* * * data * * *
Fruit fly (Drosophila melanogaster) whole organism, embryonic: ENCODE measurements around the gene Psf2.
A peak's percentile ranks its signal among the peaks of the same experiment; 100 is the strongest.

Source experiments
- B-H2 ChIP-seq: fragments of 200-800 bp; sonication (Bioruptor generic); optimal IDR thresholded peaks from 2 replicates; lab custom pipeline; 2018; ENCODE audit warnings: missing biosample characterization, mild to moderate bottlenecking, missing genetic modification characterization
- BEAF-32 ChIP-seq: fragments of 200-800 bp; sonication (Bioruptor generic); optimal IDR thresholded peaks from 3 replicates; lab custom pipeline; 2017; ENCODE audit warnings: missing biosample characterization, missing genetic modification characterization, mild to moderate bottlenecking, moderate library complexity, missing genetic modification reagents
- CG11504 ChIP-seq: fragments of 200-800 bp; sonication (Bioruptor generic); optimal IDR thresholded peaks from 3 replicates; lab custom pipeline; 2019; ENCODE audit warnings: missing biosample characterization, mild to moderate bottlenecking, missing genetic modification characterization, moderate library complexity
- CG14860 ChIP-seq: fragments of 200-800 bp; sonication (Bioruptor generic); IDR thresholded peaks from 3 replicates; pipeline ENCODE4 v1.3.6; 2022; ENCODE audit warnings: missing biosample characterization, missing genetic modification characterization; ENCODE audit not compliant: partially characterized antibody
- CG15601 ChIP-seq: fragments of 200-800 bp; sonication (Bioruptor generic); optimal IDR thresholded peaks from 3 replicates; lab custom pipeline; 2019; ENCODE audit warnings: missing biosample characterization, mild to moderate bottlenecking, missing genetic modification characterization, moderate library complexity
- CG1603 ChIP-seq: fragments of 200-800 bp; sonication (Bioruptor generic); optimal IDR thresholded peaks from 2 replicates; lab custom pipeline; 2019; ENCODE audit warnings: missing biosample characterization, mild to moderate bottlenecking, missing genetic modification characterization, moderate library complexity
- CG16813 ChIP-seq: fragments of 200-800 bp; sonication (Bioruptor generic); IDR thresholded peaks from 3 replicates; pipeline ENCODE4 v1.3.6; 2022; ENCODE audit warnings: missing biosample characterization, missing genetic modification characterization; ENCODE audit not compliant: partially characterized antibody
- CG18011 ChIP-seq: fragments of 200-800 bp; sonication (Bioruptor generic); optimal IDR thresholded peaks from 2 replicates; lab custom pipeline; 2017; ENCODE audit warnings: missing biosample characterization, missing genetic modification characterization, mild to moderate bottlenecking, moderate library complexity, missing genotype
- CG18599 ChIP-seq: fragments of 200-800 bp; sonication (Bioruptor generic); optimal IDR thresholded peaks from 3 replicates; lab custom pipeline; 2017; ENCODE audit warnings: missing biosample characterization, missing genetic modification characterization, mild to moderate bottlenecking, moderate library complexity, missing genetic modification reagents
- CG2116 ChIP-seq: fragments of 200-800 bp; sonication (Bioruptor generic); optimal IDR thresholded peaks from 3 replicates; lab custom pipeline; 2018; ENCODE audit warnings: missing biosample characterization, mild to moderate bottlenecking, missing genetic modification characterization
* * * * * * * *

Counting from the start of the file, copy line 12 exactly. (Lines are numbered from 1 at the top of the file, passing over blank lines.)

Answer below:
- CG18599 ChIP-seq: fragments of 200-800 bp; sonication (Bioruptor generic); optimal IDR thresholded peaks from 3 replicates; lab custom pipeline; 2017; ENCODE audit warnings: missing biosample characterization, missing genetic modification characterization, mild to moderate bottlenecking, moderate library complexity, missing genetic modification reagents